Thank-you to Ben Tomlin for advising us about these reports.
By Clare Swinney
Among a recently-released assortment of declassified reports of sightings of Unidentified Flying Objects (UFOs) from New Zealand, dating from 1952-2009, were letters written in 1999 and 2000 by a concerned citizen, who predicted that an outbreak of illnesses would occur after an “aircraft contrail,” otherwise known as a ‘chemtrail’, was seen over a populated area.
Chemtrails, which are also commonly referred to as aerosols, differ from aircraft vapour trails in that they often linger in the sky for hours and can be seen in grid-like patterns, in parallel lines (see above) or forming ‘X’s in the sky.
While seeing a chemtrail does not constitute proof that the illnesses were caused by it, it is worth examining the issue, given all the evidence which shows that chemtrails are making people sick, and in light of what is known about their composition.
Evidence collected for over a decade reveals that chemtrails are used for at least seven functions, including weather control and military applications, and are comprised of a wide variety of harmful ingredients. They commonly include aluminium and barium, which are toxic to both humans and to the environment. They may include radioactive thorium, desiccated red blood cells, dangerous pathogens, including Mycoplasma Fermentens Incognitus, plus mold spores, ethylene dibromide, and self-replicating nanotubes that cause Morgellon’s disease, which according to researcher Clifford Carnicom’s findings, now contaminate virtually everyone.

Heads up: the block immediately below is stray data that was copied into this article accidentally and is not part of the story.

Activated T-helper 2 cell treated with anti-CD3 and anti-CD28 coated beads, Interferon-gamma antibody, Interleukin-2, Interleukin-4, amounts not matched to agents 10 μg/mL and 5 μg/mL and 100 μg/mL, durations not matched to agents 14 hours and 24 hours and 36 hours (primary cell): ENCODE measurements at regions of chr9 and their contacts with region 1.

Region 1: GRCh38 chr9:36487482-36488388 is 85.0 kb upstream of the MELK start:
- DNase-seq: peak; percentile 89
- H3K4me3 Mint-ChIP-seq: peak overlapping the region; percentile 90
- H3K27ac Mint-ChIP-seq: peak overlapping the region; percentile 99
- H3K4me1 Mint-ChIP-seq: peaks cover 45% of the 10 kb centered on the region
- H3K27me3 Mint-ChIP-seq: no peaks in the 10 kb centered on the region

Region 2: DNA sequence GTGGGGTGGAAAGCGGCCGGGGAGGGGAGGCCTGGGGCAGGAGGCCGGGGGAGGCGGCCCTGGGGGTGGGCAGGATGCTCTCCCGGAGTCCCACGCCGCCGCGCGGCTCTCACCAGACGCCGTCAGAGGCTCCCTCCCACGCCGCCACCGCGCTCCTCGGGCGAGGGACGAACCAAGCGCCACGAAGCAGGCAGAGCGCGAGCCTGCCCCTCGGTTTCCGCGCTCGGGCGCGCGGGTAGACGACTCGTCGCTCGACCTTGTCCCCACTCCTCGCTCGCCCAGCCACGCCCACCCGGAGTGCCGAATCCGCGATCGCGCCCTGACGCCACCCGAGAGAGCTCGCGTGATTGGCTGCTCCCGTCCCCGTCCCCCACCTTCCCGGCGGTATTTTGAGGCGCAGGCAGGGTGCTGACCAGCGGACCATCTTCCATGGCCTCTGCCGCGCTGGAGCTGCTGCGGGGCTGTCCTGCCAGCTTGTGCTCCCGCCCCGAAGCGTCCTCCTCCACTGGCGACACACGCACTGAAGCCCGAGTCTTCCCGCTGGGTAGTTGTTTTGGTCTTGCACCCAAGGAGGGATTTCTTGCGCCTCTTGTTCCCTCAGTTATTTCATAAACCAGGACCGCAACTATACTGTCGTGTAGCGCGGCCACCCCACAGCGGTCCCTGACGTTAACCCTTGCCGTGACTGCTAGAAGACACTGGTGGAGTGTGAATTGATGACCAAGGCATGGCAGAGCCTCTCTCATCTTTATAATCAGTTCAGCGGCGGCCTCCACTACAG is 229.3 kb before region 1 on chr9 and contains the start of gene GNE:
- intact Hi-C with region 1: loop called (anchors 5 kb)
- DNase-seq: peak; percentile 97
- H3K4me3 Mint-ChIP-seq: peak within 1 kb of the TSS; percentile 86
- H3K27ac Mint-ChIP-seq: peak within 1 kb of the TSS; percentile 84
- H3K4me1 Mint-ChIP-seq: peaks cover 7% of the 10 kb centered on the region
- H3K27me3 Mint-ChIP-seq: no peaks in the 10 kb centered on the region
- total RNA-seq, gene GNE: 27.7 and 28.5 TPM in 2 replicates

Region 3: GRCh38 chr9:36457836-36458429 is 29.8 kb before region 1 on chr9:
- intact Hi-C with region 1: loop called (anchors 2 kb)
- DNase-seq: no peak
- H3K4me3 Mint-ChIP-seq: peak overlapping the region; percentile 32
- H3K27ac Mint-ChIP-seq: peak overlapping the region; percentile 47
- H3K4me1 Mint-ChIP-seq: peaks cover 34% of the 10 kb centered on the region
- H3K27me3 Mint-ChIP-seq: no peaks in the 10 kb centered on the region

The declassified reports, which are online under the heading: Original Files: NZ’s UFO Sightings, were posted at a major New Zealand news site, Stuff.co.nz on December the 22nd, 2010, and were released to the public by the New Zealand Defence Force under the Official Information Act.
Buried among the total of 2,101 declassified documents, are letters, news clippings, and pages from magazine articles, which reveal that a private individual, whose name has been removed from the correspondence for privacy reasons, repeatedly tried to raise the alarm about the dangers of chemtrails in 1999 and early-2000. It appears that initially the correspondent, who will be referred to as ‘Mr Gibson,’ wrote to Warren Kyd, the member of the New Zealand parliament for Hunua. In his letter, which was dated May the 25th, 1999, he wrote that the trail he had seen was sprayed in a huge arc over Auckland and while one agency had advised him only a military aircraft could engage in that kind of activity, Air Traffic Control said it had come from a passenger plane en route to Fiji. This is not unlikely, as passenger planes have been seen spraying chemtrails in New Zealand, and elsewhere in the world.